Senior art show ‘Out of Touch’ questions comfort


For the last few weeks of the  semester, the De Pree Art Center is featuring a collection of  senior pieces in the exhibit “Out of Touch”.

Art majors Saem Cho, Carolyn Ellis, Julia Hines, Hannah  Jacobs and Brianne Munch have all contributed to the exhibition, centering their pieces around the same theme.

To quote the synopsis behind  their exhibition: “through a variety of approaches, we look into  the simplicity and excess of human form and human essence at  the core.”

In regards to the actual pieces, they are all refreshingly creepy.

The senior artists did not limit themselves to the most  standard of materials or “floweriest” of designs, embracing  the creation of their rather eerie works with materials as novel and non-normative as beeswax and bones.

Yet all the pieces are unnerving in their own ways.

The film piece entitled “Coded Paths” by Ellis, features scenes  of cycling, computing code and a drive through the rain.

The dialogue of her film discusses how the basic rights and  chain of events of one person’s life can be completely different from those of another person in a very similar situation, as if our  lives were somehow coded pathways beyond our control.

Cho’s piece “Tal” features the upper half of a mask covered in pale strings, many extra-long string segments hanging loosely from the mask.

With the way the empty eyes of the mask seem to look  at you and how even the slightest breath causes the strings to  sway, it is almost as if the mask itself is floating in the air.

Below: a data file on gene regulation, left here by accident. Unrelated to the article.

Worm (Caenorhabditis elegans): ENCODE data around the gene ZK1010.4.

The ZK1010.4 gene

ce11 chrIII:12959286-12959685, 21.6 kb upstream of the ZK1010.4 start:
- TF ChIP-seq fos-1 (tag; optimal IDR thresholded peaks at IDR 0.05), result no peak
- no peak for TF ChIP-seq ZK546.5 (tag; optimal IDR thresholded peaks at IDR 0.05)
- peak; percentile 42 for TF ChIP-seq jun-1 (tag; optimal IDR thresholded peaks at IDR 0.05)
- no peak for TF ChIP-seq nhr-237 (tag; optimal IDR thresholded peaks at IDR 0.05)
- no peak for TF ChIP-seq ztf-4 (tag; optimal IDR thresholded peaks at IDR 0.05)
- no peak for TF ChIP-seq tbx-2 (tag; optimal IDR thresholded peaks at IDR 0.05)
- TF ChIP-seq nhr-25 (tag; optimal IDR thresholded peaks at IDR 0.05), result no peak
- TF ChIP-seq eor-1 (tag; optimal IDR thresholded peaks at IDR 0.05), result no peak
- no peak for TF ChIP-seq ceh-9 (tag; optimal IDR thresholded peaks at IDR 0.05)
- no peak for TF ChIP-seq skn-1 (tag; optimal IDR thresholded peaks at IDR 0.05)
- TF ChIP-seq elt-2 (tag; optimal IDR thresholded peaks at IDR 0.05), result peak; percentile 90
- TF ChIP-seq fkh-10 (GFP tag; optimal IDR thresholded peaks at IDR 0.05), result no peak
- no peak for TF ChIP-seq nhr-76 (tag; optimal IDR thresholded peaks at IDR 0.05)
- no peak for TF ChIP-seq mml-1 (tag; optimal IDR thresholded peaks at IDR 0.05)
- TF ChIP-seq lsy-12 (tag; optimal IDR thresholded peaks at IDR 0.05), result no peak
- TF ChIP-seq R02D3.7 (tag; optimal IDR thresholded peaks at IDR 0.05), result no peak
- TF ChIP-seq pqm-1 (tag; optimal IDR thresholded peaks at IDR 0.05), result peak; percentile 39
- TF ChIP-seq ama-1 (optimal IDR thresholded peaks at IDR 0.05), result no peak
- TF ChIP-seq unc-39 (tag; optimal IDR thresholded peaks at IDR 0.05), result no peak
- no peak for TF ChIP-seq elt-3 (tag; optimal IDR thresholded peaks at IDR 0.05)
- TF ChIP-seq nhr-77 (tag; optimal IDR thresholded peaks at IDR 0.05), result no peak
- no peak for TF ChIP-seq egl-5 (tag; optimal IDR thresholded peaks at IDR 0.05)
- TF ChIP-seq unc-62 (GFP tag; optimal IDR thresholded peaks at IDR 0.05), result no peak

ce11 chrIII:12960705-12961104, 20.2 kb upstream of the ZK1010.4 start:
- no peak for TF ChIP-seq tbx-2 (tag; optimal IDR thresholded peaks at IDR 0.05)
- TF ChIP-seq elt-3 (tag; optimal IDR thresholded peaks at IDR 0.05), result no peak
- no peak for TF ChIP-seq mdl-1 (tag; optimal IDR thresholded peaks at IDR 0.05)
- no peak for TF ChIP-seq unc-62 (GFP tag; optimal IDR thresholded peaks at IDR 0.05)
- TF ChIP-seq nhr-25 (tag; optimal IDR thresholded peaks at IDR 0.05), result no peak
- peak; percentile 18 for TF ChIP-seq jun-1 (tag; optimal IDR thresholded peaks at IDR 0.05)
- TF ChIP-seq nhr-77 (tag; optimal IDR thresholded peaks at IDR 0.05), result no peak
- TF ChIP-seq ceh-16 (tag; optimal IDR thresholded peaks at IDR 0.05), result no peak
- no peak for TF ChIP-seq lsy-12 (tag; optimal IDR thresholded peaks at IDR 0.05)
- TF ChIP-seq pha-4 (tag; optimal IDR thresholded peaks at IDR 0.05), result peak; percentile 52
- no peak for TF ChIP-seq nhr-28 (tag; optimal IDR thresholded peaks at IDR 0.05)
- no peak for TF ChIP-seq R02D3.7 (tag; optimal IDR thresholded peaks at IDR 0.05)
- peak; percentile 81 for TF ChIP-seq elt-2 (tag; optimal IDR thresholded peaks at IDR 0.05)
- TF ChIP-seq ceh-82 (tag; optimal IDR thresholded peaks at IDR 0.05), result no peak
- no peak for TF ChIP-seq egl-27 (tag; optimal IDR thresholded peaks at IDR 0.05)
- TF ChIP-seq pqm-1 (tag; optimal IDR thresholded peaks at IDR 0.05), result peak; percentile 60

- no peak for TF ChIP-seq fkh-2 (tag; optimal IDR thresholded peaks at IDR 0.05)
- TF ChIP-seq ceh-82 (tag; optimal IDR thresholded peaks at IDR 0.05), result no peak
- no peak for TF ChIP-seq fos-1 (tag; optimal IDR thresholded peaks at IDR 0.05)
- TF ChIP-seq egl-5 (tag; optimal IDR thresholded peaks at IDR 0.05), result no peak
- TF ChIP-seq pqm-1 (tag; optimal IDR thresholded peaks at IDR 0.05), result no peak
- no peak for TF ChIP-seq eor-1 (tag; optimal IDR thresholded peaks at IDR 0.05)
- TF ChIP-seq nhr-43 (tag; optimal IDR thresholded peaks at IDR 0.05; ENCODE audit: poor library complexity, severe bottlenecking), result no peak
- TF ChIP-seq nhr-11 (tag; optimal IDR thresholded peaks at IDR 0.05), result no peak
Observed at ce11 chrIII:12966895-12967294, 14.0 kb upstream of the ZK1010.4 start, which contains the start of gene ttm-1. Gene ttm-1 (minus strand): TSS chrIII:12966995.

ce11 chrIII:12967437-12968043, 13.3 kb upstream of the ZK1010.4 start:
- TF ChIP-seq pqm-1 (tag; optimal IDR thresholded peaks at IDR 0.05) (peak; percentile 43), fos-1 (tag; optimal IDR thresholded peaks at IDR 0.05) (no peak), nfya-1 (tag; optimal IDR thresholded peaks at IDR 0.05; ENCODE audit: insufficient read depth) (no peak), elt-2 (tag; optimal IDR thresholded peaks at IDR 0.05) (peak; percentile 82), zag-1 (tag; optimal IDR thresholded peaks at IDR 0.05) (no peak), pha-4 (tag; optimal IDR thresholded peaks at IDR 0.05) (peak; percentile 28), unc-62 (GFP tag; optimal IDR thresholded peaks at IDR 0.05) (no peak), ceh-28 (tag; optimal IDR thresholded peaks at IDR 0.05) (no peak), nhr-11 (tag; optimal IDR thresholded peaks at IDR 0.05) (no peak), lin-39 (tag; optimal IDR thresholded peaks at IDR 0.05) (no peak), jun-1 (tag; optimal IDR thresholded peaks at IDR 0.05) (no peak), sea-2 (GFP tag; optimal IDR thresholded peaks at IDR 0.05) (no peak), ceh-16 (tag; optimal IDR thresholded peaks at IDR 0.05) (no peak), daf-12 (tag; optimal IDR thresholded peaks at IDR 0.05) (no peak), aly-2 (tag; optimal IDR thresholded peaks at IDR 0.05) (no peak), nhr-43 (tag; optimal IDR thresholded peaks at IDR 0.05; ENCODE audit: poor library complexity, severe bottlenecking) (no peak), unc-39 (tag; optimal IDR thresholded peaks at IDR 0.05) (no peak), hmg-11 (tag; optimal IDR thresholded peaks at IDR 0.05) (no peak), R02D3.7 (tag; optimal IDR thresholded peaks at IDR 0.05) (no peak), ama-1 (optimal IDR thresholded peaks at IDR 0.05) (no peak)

One of my favorite pieces is “As I Drag” by Munch, which  features a large pile of cloth and linens decorated with bones and the skull of a large mammal at the very top.

The way the softly colored ruffles and fabric layers seem to flow and roll away from the skull makes it almost seem like the skull itself is wearing a large, stout wedding gown.

Walking through the exhibit, patrons can truly feel an  unexpected vibe of discomfort,  which is exactly the point of this exhibit.

The exhibit is not uncomfortable in that the pieces are bad  but in a way that they seem like they could jump out at you at any moment.

This sense of unease allows the ideas of both simplicity and excess to take center stage as visitors view the art pieces.

In their synopsis, the artists explain that “in our exploration  of the figure, we search for comfort, satisfaction and belonging,”  which is almost ironic in comparison to the vibes the pieces  give off. The contrast makes their message stronger, though.

I thoroughly enjoyed the creepy and eerie atmosphere of the exhibition, whether or not it was intentional.

Here’s to wishing the senior  artists continued success in creating such impressively uncomfortable art pieces as they go off  into the world. It seems that they have all the fuel they’ll need to do so. After all, “the deeper we look, the more we find that we are out of touch.”

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